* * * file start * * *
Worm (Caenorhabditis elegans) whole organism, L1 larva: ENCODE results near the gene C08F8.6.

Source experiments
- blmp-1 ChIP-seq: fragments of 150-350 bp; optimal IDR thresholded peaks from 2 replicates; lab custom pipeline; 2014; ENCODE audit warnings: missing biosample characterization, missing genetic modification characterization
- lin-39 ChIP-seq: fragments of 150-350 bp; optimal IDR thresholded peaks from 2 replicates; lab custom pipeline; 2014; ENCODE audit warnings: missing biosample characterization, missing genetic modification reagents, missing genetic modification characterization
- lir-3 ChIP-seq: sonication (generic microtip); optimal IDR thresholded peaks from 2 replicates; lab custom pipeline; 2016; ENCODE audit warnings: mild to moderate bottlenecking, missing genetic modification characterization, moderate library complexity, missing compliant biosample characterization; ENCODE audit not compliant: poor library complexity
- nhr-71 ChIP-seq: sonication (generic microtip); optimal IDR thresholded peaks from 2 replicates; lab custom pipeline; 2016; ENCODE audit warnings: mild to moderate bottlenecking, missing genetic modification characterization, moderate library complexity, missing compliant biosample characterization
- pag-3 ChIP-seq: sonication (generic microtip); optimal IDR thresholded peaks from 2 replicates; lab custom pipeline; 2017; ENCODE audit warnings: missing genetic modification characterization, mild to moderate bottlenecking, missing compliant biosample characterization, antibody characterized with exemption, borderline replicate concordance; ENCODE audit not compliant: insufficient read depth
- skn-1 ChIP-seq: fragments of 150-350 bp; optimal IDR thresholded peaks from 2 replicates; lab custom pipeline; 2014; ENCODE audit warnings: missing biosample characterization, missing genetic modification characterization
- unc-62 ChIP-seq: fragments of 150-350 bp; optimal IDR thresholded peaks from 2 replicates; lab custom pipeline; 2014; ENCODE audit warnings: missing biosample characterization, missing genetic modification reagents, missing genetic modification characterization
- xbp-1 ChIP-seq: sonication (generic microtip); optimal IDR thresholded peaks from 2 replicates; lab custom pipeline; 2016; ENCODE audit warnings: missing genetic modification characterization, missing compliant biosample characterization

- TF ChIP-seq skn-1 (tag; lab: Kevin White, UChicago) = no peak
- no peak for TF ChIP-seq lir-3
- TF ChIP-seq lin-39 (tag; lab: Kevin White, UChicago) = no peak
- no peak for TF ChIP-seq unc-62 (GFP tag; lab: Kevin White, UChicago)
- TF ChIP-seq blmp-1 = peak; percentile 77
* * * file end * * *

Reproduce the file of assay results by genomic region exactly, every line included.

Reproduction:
Worm (Caenorhabditis elegans) whole organism, L1 larva: ENCODE results near the gene C08F8.6.

Source experiments
- blmp-1 ChIP-seq: fragments of 150-350 bp; optimal IDR thresholded peaks from 2 replicates; lab custom pipeline; 2014; ENCODE audit warnings: missing biosample characterization, missing genetic modification characterization
- lin-39 ChIP-seq: fragments of 150-350 bp; optimal IDR thresholded peaks from 2 replicates; lab custom pipeline; 2014; ENCODE audit warnings: missing biosample characterization, missing genetic modification reagents, missing genetic modification characterization
- lir-3 ChIP-seq: sonication (generic microtip); optimal IDR thresholded peaks from 2 replicates; lab custom pipeline; 2016; ENCODE audit warnings: mild to moderate bottlenecking, missing genetic modification characterization, moderate library complexity, missing compliant biosample characterization; ENCODE audit not compliant: poor library complexity
- nhr-71 ChIP-seq: sonication (generic microtip); optimal IDR thresholded peaks from 2 replicates; lab custom pipeline; 2016; ENCODE audit warnings: mild to moderate bottlenecking, missing genetic modification characterization, moderate library complexity, missing compliant biosample characterization
- pag-3 ChIP-seq: sonication (generic microtip); optimal IDR thresholded peaks from 2 replicates; lab custom pipeline; 2017; ENCODE audit warnings: missing genetic modification characterization, mild to moderate bottlenecking, missing compliant biosample characterization, antibody characterized with exemption, borderline replicate concordance; ENCODE audit not compliant: insufficient read depth
- skn-1 ChIP-seq: fragments of 150-350 bp; optimal IDR thresholded peaks from 2 replicates; lab custom pipeline; 2014; ENCODE audit warnings: missing biosample characterization, missing genetic modification characterization
- unc-62 ChIP-seq: fragments of 150-350 bp; optimal IDR thresholded peaks from 2 replicates; lab custom pipeline; 2014; ENCODE audit warnings: missing biosample characterization, missing genetic modification reagents, missing genetic modification characterization
- xbp-1 ChIP-seq: sonication (generic microtip); optimal IDR thresholded peaks from 2 replicates; lab custom pipeline; 2016; ENCODE audit warnings: missing genetic modification characterization, missing compliant biosample characterization

- TF ChIP-seq skn-1 (tag; lab: Kevin White, UChicago) = no peak
- no peak for TF ChIP-seq lir-3
- TF ChIP-seq lin-39 (tag; lab: Kevin White, UChicago) = no peak
- no peak for TF ChIP-seq unc-62 (GFP tag; lab: Kevin White, UChicago)
- TF ChIP-seq blmp-1 = peak; percentile 77